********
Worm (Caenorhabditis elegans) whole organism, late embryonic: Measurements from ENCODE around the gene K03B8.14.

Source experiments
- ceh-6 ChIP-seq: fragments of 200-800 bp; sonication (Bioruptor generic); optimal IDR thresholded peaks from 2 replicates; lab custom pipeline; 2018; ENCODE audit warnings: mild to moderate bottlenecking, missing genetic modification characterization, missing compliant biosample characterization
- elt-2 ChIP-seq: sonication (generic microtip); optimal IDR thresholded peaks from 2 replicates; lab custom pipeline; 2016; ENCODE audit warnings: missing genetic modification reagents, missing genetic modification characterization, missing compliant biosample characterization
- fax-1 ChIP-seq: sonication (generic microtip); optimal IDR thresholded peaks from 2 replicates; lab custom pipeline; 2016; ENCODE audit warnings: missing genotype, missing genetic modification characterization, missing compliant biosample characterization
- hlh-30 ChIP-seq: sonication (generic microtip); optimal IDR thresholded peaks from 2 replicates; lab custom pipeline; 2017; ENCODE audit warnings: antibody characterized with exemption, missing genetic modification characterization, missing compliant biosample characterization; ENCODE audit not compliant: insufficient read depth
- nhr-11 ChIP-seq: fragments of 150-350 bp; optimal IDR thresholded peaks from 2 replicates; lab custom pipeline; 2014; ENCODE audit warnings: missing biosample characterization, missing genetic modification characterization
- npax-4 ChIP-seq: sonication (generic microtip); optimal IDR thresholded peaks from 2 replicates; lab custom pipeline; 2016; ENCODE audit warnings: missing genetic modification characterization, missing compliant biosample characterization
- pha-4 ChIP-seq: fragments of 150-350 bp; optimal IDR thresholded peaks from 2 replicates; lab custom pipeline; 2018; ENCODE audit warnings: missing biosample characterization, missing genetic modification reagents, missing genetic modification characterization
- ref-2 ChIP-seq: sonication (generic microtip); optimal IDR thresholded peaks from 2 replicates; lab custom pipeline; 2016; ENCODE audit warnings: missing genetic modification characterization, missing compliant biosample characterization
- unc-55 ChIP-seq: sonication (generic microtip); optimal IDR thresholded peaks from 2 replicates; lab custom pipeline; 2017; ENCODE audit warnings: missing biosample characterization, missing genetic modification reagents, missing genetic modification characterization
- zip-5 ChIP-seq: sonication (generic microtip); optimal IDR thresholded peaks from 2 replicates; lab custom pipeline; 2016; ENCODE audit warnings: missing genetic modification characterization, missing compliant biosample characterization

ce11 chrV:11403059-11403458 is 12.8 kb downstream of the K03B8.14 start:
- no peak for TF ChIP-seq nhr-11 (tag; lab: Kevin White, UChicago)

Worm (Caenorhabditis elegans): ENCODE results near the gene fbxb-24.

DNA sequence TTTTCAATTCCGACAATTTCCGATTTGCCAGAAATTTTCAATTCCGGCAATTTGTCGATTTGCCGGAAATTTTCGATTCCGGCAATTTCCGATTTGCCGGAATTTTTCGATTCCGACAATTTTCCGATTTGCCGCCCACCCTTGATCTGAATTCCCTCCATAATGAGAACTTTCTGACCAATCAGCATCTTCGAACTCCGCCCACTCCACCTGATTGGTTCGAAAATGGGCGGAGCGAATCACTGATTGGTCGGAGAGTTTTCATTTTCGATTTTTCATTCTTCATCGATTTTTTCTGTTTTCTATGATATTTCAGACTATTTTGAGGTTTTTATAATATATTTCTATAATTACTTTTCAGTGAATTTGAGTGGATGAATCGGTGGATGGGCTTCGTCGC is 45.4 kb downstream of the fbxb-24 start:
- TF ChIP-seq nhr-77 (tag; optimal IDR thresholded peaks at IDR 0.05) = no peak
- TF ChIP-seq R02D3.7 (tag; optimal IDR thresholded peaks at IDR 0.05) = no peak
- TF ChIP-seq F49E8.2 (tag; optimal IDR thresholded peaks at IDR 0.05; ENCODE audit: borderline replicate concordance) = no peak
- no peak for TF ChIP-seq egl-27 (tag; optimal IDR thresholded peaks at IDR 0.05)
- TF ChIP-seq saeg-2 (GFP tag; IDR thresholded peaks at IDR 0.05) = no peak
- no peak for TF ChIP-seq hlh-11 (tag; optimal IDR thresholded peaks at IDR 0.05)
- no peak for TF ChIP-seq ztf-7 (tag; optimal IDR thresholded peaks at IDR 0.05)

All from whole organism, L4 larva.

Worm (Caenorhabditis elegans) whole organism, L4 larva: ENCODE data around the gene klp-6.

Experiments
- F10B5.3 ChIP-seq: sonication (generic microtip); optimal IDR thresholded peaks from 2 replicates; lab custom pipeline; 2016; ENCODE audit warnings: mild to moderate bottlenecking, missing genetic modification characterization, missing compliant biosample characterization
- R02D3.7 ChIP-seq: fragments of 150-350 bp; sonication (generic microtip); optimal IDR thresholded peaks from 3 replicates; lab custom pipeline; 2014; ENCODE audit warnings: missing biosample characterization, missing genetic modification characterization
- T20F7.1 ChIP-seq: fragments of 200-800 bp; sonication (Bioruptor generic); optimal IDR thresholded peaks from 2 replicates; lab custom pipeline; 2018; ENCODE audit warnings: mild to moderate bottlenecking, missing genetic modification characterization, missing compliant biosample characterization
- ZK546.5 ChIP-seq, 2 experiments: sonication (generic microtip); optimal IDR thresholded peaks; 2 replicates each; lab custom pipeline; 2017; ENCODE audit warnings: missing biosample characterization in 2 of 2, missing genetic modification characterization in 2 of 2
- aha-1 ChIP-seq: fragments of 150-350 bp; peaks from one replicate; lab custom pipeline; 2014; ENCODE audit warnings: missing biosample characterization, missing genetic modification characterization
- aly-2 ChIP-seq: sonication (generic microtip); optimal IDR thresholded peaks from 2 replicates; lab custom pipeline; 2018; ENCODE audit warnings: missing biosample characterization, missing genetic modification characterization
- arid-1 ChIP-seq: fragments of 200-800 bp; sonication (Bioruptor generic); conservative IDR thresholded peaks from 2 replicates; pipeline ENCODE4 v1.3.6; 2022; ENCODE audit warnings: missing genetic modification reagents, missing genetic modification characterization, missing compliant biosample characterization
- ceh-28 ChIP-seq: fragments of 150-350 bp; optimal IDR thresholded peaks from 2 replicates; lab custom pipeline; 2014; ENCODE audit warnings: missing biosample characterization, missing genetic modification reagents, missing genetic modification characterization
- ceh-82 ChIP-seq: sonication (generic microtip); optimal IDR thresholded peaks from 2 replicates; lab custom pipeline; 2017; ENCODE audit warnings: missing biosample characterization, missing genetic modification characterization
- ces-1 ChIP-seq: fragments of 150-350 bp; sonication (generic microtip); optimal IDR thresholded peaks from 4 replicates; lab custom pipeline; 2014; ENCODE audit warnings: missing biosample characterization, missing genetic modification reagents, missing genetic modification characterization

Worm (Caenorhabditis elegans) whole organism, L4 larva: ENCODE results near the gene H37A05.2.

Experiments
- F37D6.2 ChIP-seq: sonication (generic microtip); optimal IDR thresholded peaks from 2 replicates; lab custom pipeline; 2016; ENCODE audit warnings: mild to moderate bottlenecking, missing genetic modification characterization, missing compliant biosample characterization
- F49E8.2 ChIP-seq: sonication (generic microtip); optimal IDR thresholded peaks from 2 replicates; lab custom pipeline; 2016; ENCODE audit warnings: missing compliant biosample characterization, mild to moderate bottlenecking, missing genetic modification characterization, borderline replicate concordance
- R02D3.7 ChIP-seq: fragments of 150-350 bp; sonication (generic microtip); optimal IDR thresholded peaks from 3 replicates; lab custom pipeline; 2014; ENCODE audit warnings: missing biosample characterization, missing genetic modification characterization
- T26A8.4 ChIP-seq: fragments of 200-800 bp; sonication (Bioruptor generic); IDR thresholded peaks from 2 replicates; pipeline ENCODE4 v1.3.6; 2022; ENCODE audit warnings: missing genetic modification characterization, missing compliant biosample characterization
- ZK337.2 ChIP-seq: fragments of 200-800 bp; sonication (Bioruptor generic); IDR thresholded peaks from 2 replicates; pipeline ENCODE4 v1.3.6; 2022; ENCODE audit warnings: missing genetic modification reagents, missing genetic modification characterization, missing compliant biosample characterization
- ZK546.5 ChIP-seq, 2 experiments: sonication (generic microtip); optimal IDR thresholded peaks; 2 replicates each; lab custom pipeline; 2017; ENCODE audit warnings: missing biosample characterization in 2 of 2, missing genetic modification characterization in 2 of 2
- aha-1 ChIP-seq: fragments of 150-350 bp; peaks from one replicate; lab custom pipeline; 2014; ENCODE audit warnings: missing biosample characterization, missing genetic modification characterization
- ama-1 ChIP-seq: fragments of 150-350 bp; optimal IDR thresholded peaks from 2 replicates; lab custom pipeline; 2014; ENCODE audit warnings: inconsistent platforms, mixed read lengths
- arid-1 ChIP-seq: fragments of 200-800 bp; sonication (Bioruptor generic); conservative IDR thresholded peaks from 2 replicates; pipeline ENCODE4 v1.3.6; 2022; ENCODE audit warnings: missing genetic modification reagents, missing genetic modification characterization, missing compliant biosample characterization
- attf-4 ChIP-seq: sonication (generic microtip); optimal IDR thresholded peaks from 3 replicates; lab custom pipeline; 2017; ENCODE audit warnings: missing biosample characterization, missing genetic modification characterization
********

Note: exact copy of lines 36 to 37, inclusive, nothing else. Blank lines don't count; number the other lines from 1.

- ces-1 ChIP-seq: fragments of 150-350 bp; sonication (generic microtip); optimal IDR thresholded peaks from 4 replicates; lab custom pipeline; 2014; ENCODE audit warnings: missing biosample characterization, missing genetic modification reagents, missing genetic modification characterization

Worm (Caenorhabditis elegans) whole organism, L4 larva: ENCODE results near the gene H37A05.2.